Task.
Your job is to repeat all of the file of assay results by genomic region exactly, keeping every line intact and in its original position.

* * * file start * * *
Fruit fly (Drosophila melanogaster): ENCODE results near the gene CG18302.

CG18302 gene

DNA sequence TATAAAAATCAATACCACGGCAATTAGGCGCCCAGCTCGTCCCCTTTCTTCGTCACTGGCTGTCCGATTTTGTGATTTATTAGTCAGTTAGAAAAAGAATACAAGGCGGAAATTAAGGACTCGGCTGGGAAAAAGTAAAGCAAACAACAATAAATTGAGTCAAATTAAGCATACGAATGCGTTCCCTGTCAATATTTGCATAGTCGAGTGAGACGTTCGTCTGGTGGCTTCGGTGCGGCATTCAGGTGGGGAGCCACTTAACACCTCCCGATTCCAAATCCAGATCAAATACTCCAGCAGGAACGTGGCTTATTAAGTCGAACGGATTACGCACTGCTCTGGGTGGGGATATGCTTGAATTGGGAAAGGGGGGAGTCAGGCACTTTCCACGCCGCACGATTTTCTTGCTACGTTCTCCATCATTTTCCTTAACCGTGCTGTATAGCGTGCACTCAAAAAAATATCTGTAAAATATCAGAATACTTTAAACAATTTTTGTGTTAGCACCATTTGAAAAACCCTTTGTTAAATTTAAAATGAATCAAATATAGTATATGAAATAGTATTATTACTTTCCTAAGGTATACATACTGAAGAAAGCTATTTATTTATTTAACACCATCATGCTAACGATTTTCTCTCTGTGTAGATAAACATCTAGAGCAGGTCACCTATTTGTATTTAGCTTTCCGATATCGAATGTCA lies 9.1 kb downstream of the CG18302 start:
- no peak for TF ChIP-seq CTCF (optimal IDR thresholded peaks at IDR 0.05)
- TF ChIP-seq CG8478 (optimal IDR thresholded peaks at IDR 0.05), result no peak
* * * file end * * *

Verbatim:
Fruit fly (Drosophila melanogaster): ENCODE results near the gene CG18302.

CG18302 gene

DNA sequence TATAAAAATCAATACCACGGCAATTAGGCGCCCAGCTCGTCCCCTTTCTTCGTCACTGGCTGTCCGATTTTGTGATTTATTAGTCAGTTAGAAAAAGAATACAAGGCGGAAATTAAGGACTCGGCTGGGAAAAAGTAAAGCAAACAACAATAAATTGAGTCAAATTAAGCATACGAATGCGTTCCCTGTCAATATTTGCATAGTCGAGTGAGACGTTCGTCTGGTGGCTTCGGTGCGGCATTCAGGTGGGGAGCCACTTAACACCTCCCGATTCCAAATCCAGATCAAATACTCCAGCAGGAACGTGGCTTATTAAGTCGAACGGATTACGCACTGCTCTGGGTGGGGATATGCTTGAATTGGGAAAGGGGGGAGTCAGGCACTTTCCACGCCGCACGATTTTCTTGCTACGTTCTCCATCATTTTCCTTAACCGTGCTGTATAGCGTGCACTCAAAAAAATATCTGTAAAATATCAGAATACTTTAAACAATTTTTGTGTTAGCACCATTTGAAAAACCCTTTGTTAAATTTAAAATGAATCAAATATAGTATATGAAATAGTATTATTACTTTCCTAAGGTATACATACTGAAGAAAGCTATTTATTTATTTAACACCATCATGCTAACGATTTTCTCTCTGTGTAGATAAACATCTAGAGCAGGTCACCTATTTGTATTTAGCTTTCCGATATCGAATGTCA lies 9.1 kb downstream of the CG18302 start:
- no peak for TF ChIP-seq CTCF (optimal IDR thresholded peaks at IDR 0.05)
- TF ChIP-seq CG8478 (optimal IDR thresholded peaks at IDR 0.05), result no peak